Across the country, parents sign up their children for Boy Scout programs as early as 7 years old.
They grow up spending their summers camping, hiking and doing community service until they become Eagle Scouts, the highest rank attainable in the Boy Scout program. The survival and leadership skills learned throughout the program have helped create successful CEO’s and even U.S. presidents.
But when Roz Hussin, a low-income mother of two boys, wanted her children to have the scouting experience as they were growing up, she faced a lot of financial challenges.
Many parents face similar obstacles, and the Cornhusker Council, which serves three scouting districts in southeastern Nebraska, recognized the issue. The organization has committed to help children join the Boy Scouts — regardless of their circumstances, ethnic background or social class — through a program called ScoutREACH.
Hussin, who has watched both of her sons advance to Eagle Scout, was inspired to help others do the same regardless of barriers, financial or otherwise. Two years ago, she attending a Boy Scouts fundraising event. Although she couldn't contribute monetarily, she was more than happy to volunteer her time.
Her words and actions resonated with the Cornhusker Council. At that time, ScoutREACH was in place but didn't have the resources to effectively reach out to interested would-be scouts, many of who were from diverse communities. It lacked funds, manpower and exposure.
In stepped Hussin, who helped create the ScoutREACH Scholars program. The program helps train university students to lead K-8 students in scouting activities.
Through the program, University of Nebraska-Lincoln students, who are given training and guidance, gain three credits and can earn scholarship money.
The program is a three-way collaboration between the Boy Scouts of America Cornhusker Council Impact District, the UNL Office of Civic Engagement and Lincoln Public Schools.
Akeem Holmes, who now leads the day-to-day program, was not a Boy Scout and understood what it felt like to be excluded because he didn't have the financial means to join. That motivates him today to expand the program to reach as many youngsters as possible.
"We want to impact as many kids as we can," he said. "We want them to experience things like camping and other wholesome activities."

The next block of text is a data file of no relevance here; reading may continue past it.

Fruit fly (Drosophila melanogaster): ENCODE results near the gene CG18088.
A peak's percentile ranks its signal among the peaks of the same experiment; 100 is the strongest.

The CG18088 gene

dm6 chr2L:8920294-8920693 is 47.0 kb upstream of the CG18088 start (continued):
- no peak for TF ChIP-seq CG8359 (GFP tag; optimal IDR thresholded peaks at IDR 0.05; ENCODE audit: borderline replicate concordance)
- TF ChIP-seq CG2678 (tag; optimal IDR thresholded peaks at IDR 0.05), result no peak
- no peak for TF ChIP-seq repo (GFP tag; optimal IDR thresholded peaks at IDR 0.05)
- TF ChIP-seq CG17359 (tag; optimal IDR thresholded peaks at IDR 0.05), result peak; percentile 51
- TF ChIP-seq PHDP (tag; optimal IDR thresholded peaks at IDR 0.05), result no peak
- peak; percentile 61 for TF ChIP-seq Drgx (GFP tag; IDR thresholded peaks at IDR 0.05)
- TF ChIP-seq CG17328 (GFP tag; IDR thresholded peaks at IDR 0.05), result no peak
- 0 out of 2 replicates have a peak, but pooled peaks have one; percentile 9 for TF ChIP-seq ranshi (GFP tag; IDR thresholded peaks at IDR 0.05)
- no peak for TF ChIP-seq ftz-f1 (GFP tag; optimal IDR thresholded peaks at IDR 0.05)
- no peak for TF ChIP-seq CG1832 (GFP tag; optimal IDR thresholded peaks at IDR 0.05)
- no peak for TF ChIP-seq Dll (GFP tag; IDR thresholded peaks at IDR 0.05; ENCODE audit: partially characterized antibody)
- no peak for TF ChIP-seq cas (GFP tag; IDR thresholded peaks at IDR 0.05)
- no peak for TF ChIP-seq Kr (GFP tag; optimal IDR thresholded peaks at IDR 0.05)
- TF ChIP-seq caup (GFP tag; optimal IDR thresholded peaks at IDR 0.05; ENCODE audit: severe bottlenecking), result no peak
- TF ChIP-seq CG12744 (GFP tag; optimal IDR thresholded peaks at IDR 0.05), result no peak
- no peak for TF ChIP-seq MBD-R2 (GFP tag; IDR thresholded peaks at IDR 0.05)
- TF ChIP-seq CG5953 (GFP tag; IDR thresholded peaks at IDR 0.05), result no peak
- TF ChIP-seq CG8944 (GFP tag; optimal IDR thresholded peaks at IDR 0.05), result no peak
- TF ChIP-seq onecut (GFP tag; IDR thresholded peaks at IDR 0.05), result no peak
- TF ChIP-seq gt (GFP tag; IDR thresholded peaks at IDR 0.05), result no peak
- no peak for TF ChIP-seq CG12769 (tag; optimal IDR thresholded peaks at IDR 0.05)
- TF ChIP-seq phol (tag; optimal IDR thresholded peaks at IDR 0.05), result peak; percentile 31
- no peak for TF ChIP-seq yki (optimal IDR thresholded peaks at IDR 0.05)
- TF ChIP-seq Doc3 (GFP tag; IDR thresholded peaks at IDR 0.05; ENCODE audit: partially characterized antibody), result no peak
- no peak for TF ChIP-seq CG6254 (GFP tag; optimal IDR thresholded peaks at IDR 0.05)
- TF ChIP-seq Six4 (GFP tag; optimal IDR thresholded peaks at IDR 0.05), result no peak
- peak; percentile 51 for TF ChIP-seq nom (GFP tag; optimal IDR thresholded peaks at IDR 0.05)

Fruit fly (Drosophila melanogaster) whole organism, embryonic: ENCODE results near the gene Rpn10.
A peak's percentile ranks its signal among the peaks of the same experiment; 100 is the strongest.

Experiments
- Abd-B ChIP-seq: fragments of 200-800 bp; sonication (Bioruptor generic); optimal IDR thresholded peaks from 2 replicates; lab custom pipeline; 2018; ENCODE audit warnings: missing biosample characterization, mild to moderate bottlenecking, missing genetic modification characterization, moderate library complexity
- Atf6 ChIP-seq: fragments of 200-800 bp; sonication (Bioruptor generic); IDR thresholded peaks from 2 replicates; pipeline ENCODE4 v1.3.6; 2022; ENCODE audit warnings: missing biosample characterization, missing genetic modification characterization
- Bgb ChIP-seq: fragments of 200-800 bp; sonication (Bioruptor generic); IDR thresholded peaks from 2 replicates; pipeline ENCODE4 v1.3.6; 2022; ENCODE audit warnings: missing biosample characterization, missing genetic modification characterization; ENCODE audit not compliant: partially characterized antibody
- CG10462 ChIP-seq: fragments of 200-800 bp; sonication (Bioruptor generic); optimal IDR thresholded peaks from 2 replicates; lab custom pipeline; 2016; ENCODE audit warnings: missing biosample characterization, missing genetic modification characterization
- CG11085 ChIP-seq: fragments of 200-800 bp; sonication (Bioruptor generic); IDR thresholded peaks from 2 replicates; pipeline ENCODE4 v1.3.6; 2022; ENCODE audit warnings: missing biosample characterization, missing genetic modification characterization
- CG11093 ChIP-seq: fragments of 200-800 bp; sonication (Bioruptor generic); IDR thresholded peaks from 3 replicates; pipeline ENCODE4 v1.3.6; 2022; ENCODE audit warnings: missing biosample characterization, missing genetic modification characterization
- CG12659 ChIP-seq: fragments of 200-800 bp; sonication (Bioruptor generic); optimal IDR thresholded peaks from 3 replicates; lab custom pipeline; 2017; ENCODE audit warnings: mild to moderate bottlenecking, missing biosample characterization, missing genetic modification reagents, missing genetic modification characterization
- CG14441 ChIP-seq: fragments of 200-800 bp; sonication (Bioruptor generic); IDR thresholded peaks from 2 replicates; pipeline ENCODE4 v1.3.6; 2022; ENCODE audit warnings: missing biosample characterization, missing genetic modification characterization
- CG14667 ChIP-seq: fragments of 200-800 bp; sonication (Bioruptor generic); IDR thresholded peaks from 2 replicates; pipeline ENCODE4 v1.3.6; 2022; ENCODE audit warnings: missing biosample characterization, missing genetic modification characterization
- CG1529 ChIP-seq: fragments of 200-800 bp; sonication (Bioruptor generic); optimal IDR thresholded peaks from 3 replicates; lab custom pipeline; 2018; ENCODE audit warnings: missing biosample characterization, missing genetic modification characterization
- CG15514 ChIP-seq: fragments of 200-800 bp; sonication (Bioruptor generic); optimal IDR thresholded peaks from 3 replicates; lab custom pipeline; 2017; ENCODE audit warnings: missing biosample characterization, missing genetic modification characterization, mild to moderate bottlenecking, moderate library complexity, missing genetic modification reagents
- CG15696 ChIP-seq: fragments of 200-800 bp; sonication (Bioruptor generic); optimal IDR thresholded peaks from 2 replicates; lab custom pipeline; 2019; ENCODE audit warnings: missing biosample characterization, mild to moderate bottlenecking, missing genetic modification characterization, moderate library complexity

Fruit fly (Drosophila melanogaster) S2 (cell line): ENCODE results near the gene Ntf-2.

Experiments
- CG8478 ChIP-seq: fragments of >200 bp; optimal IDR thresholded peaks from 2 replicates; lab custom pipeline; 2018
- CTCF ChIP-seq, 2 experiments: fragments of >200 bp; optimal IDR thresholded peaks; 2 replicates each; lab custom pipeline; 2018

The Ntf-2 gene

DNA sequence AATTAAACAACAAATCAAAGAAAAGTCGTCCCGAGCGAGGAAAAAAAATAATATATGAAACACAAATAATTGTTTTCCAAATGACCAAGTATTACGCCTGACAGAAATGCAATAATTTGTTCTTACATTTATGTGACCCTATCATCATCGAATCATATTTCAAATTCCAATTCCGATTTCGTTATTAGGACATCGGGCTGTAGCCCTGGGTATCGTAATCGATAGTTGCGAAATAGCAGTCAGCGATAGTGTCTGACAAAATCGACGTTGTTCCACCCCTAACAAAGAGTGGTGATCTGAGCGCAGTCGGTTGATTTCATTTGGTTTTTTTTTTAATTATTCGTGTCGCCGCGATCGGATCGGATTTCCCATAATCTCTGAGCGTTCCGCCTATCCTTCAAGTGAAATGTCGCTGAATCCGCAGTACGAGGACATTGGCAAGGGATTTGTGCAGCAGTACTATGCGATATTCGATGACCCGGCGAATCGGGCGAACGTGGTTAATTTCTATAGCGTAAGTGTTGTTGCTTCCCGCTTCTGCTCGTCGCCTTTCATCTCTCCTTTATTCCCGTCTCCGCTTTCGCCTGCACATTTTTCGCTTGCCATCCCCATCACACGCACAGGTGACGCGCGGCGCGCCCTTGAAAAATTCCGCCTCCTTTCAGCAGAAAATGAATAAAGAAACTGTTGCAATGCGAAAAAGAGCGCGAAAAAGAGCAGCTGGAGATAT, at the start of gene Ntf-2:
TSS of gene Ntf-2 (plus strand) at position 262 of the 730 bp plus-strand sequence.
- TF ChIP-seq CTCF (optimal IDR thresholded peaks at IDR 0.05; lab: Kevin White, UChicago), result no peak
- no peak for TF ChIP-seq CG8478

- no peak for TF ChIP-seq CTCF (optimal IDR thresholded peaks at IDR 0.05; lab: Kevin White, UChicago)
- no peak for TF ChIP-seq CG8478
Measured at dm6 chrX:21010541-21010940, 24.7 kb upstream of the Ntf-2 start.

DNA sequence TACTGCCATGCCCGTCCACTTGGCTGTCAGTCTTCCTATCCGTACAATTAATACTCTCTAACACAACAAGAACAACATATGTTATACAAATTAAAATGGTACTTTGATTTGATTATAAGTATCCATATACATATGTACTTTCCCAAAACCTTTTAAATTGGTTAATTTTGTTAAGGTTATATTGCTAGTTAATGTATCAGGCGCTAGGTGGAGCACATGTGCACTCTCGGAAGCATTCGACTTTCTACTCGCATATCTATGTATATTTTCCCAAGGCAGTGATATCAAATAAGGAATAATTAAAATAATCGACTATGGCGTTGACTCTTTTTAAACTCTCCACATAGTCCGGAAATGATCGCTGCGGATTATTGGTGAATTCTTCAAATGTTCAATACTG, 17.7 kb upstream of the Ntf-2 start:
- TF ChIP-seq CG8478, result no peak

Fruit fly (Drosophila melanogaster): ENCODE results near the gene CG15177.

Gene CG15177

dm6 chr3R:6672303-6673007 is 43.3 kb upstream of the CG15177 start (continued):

The ScoutREACH program slightly differs from traditional scouting. Its service focuses on taking the mission of scouting to all rural and urban communities so that every youth has the opportunity to benefit from the scouting program.
“Looking at the traditional model of scouting, it automatically deletes access to families who can’t afford it or who aren’t familiar with scouting because of culture,” Hussin said. “Historically it’s been very homogeneous.”
Now the goal is keeping momentum by moving forward, said Hussin, who serves as a program adviser and district commissioner.
“We don’t need to keep reinventing the wheel,” Hussin said. “You just need to find existing structures and work with them.”
When the ScoutREACH program resurfaced two years ago, it started with 40 children and few resources. Today, it serves more than 420 children in Nebraska and continues to expand.
ScoutREACH focuses on leadership and character development, just like any other Boy Scouts program. But unlike other programs, it isn’t bound by geography.
The program isn’t limited to one district. It’s continuously growing, so more children in Nebraska can have the scouting experience, despite their circumstances.
It's proved to be so successful that other states have used it as a model for their ScoutREACH programs.
The program’s growth is due to several factors, but Hussin said the main reason is because everyone involved is personally invested.
They give their time and passion to make sure all children have access to scouting.
Currently, there are 47 University of Nebraska-Lincoln students who serve as ScoutREACH Scholars. They create lesson plans and activities for children and visit elementary schools every Friday.
Joe Contreras, a ScoutREACH Scholar who recently graduated, never had the opportunity to participate in Boy Scouts growing up. He has become passionate about making the scouting experience accessible to everyone because of his involvement in the program.
“I’m going to make sure my kids experience scouting,” he said. “Personally helping children experience scouting made me realize how rewarding it can be."
On Friday, he was one of two scholars to receive the Above and Beyond Scholar award, which is given to ScoutREACH Scholars who go the extra mile for their service.
To keep the program running, ScoutREACH needs more scholars like Contreras.
"Hiring the right people has helped us grow," Hussin said. "We want to continue doing so."